As I mentioned in my last post I started a new job this week so I’ve decided to use that as a convenient reason to not write this week. That and the amazing wedding B & I went to and shot this weekend for our dear friends Leslie & V. We have tons of BEAUTIFUL footage! I can’t wait to start the editing process. Unfortunately there is just not enough time in a week to do it all. But have no fear! Mom has come to the rescue! (Wipes sweat off brow.) Today I present a fun little tid bit on grammar, everyone’s favorite subject, written in my mom’s witty style. I promise you will enjoy it! Really. Would I lye to you?
I CAN’T BARE IT!
If you’re like me, the title would have made you cringe. There are few things as disturbing to an avid reader as the misuse of words.
Call me Gramma Grammar Cop. Before you call me out on my perceived misspelling, may I point out that Gramma, like NaNa, Pop-Pop, Nanny, Granny, etc., is a proper name and the phonetic spelling of grandma as spoken by little mouths.
I recently read a book which had the elements of suspense, great characterization, interwoven plot lines and a dynamite ending. I would have enjoyed it, had I been able to cruise past the jarring walls thrown up by common grammatical errors any good editor should have picked up on. You know what I’m talking about. Here are some examples:
“I can’t bare it!” Whatever it is you can’t bare, probably should remain covered up. If the burden is too heavy, then you might not be able to BEAR it. Yes, bears live in the woods, too, but there are sometimes two or more different meanings for one spelling of a word. Welcome to the English Language.
Their they go, getting there knickers in a twist again. And they’re hair is a mess, too. My teeth hurt from grinding. Do you see the problem here? “There” is how you spell it when you mean over there. “Their” means it belongs to them. “They’re” is short for they are.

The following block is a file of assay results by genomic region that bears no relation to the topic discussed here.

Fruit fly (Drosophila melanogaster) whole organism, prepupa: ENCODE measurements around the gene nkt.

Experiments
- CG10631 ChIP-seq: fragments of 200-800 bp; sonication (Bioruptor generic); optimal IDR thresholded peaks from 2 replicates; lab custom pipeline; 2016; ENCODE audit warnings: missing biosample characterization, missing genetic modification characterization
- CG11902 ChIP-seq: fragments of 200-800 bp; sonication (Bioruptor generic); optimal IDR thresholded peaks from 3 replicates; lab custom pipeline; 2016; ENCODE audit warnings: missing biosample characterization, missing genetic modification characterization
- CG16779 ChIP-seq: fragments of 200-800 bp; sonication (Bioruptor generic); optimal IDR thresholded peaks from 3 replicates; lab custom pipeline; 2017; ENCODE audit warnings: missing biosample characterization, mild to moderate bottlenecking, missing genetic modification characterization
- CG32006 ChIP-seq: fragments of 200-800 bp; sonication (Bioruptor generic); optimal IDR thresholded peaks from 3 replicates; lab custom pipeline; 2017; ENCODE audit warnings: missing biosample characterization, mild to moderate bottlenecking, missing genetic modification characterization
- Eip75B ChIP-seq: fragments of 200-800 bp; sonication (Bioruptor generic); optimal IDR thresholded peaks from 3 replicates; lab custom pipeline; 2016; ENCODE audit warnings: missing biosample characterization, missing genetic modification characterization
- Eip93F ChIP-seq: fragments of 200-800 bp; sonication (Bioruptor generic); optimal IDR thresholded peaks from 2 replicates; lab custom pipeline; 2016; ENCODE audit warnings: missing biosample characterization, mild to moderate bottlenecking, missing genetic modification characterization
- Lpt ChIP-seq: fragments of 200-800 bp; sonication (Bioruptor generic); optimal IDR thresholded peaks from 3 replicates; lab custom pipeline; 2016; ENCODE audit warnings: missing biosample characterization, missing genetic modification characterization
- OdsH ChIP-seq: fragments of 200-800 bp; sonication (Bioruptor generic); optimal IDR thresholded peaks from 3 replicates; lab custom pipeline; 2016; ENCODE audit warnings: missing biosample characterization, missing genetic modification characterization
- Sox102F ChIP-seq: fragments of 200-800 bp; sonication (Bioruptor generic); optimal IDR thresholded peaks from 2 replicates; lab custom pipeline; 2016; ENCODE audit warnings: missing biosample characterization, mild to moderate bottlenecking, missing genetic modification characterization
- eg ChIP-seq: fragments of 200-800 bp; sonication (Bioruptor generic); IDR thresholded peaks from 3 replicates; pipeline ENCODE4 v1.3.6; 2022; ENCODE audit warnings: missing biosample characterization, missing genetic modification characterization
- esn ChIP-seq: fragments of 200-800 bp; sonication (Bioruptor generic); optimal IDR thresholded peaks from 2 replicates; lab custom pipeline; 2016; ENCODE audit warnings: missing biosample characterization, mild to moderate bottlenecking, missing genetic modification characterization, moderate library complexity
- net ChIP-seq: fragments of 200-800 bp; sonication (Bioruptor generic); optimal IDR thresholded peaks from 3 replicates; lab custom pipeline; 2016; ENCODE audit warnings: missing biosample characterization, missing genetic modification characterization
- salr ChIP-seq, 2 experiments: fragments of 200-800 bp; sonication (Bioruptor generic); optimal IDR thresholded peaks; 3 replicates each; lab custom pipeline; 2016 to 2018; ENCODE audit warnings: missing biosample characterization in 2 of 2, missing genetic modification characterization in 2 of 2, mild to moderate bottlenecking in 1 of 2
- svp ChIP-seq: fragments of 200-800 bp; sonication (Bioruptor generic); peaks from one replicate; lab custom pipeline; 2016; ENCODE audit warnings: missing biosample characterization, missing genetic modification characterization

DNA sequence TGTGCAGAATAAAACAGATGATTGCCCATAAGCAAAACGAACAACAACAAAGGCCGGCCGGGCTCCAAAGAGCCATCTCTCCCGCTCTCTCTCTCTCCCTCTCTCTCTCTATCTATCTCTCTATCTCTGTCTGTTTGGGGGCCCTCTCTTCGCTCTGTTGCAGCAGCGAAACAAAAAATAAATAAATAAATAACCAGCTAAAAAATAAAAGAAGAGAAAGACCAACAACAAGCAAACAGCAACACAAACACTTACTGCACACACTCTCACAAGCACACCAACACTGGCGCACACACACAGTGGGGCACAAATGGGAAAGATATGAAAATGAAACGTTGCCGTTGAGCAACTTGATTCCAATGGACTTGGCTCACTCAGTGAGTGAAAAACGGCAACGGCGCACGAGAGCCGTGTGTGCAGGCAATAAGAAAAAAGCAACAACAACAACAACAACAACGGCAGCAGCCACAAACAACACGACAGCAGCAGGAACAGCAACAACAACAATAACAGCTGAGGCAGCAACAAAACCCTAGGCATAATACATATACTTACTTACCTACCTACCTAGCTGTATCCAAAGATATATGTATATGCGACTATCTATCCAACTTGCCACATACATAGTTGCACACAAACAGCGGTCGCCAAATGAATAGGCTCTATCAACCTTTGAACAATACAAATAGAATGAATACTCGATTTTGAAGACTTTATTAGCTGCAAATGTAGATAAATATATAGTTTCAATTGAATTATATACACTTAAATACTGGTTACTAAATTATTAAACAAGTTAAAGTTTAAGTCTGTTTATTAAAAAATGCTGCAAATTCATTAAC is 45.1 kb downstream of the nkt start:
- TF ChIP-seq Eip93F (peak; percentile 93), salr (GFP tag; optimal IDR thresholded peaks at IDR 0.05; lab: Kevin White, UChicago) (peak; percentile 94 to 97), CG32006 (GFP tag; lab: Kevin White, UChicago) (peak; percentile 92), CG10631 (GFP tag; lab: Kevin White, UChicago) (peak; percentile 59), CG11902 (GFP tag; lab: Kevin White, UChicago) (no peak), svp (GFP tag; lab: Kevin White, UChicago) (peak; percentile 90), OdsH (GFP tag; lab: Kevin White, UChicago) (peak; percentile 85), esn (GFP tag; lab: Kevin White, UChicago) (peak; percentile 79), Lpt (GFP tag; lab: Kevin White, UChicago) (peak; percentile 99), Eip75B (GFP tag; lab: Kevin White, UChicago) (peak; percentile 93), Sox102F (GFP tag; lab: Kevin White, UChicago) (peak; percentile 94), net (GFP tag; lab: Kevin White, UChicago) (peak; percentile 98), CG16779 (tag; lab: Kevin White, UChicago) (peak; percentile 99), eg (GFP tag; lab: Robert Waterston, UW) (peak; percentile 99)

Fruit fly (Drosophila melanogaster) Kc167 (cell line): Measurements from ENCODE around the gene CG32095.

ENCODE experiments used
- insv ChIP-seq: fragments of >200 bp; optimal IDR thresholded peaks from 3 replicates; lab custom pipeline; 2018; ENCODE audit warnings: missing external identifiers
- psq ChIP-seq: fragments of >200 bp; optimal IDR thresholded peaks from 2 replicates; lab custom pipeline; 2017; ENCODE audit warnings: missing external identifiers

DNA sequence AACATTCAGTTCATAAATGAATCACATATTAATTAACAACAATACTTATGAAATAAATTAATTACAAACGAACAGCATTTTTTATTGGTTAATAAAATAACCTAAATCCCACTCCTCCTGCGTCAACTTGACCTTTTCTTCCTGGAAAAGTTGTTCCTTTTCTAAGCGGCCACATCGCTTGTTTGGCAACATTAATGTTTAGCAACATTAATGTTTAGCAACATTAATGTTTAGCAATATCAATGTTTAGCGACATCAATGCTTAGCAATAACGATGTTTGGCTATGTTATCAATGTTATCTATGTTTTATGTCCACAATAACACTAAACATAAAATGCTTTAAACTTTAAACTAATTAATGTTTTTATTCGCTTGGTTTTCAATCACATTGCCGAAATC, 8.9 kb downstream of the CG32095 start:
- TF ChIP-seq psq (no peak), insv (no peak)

Yesterday, I seen a billboard with a gross misspelling. Ouch. I SAW it. I HAVE SEEN it. See the difference? “Seen” is not the past tense of see unless it’s used with the helper word “have” or “had”, depending on the meaning you want to convey.
I do not loose my keys, unless I’m setting them free. When I lose them, it’s usually not with the intent of liberating them.
I am no techno-phobe, but one disservice technology has given us is the auto-correct function. It just turned the correct use of “they’re” to “there”, as I typed it. The challenge is to catch it in the act and nip it in the bud, or, use an extra set of eyes to catch it later. That’s called editing.
I’ve been guilty of letting some of these typical errors lie in wait for the unsuspecting grammar cop to find, so I don’t feel badly about airing my opinions here. Sometimes two sets of eyes don’t catch the little devils. It’s when an entire document, or book, as in the case of the one I labored through, is fraught with these little trip-ups that Gramma Grammar Cop is ready to tare her hair out. Oops. “tear”.